Like our iron-condor strategy, Calendar Options is a version of techniques used by professional traders to generate income regardless of market direction. It complements the iron-condor portfolio by providing market-neutral trades that can benefit from rising implied volatility.
Calendar Options is a non-directional strategy—i.e., its goal is to produce positive returns whether the market is up, down or flat over the course of a given period (month, quarter, year). The aim of the strategy is to generate income by selling option premium, but instead of taking in the difference in premium between options that are at different strikes, as we do when we sell an iron condor, Calendar Options primarily seeks to exploit the difference in the rate of time-decay between options with different expiration dates.
The figure below illustrates the time decay (average of calls and puts) at various strike prices for S&P500 Index ETF (SPY) options expiring one month apart. The white line plots the theoretical daily change in value for December options, and the orange line shows how much the corresponding January options are expected to lose (note the negative values on the y-axis) over the same time period. The distance between the two lines represents the difference. This snapshot was taken with SPY trading at about $119, which―not co-incidentally―is almost exactly where there’s the greatest difference in time decay.
So if we were to buy the SPY January 119 calls and sell the SPY December 119 calls, we could expect our net return (the amount of time premium we keep) to be about $0.04 per share ($4 per contract), per day―all other factors remaining constant (this is a very important point that I’ll come back to later). The net price for this transaction, at the time the above figure was captured, was about $1.80 per share. That means our expected rate of return is about 2.2% ($0.04 ÷ $1.80) per day,…but, again, that’s the theoretical rate of return, if everything else (share price, implied volatility, interest rates, etc.) stays the same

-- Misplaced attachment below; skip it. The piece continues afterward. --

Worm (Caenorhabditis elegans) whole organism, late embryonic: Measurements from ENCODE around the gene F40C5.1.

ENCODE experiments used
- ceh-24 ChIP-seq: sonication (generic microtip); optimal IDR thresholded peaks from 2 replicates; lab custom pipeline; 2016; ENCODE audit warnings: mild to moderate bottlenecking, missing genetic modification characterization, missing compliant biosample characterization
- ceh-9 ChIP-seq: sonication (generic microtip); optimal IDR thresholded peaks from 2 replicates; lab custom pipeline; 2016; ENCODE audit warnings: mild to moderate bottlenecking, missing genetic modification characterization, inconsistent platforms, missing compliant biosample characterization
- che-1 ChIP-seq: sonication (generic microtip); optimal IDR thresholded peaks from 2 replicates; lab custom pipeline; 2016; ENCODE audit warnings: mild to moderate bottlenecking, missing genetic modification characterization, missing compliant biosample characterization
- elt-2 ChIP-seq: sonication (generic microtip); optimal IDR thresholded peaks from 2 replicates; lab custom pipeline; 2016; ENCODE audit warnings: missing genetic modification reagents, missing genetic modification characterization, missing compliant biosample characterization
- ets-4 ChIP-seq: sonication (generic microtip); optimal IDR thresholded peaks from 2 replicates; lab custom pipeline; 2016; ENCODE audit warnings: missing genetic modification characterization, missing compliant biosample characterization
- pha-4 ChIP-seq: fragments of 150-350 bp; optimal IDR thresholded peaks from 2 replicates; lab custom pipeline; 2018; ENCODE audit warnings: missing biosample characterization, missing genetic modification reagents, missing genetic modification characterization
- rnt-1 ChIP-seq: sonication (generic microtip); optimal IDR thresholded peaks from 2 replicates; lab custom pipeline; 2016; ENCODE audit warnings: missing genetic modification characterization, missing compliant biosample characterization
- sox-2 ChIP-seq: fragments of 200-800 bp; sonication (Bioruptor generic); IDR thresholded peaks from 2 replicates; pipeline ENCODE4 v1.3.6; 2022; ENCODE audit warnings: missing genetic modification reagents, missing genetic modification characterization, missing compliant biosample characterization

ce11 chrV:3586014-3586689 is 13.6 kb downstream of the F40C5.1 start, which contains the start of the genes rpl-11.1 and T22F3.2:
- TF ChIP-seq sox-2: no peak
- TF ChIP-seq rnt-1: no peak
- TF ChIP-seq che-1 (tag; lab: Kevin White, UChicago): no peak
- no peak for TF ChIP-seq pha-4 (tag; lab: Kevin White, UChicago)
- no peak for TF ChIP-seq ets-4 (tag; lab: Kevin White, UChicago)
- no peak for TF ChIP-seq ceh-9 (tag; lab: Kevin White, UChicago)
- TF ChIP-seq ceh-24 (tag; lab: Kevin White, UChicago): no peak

Of course, everything else does not stay the same even from minute to minute, let alone from week to week. So making money with calendar spreads isn’t just a matter of buying one expiration, selling another one closer in time and waiting for the payout. In the above figure alone, we can see that as the underlying price moves away from the strike price of our SPY Dec/Jan 119 calendar spread, the rate of return drops rapidly and non-linearly (and eventually turns into a net daily loss). And as the profit/loss curve for a typical calendar spread (below) shows, a fall-off in the rate of time-decay isn’t the only thing we have to watch out for.
Calendar spreads, like other positive-theta option spreads, have negative “gamma”—which is how options geeks like myself say they lose current value, not just theta (daily rate of return), as the underlying share price moves away from the strike price in either direction…and within a certain range, the additional loss for every one-point move in the shares keeps getting larger and larger. This isn’t news to anyone who’s sold an iron condor or bought a butterfly (two other positive-theta strategies popular among option traders), and in that respect calendar spreads are similar to condors and butterflies.
But when it comes to vega—the theoretical change in value for every one-point change in implied volatility—they’re exactly the opposite. Instead of profit increasing when implied volatility falls and coming under pressure when uncertainty grows, like it does with a condor or butterfly, a calendar spread’s P/L curve tends to get a boost when fear sets in, and sink as the market becomes more complacent.
What’s more, the covering position still has premium value when the short contracts expire in the front month, so changes in implied volatility affect the price we get when we close a calendar spread—in contrast to an iron condor, which ends up with the same profit or loss at expiration, at a given share price, regardless of implied volatility. The above simulation shows how the same calendar-spread position depicted in the previous figure can have a much better, or worse, outcome at expiration depending on whether implied volatility for the back-month options increases (orange line), decreases (white) or stays the same (red).
Now, this doesn’t mean calendar spreads are riskier than condors or butterflies. Each strategy offers a potential return based on it’s level of risk, in terms of both probability and the ratio of risk to reward. The only difference is in their risk profiles—i.e., where those risks lie—and it’s important to trade a variety of strategies in order to diversify the overall risk profile of your portfolio.
So the key to remaining profitable over the long-term isn’t picking the “right” trades, or even so much timing trades perfectly—it’s having a good strategy for risk management, from capital allocation, to trade entries, to planning what you’re going to do if (when) the market goes against you, to knowing when it’s time to take whatever profit (or loss) you have and look for the next opportunity. The Calendar Options strategy primarily focuses on managing risk, starting with capital allocation.
That’s where we’ll pick up in Part II of the Strategy Guide, “Risk Management, Step by Step”.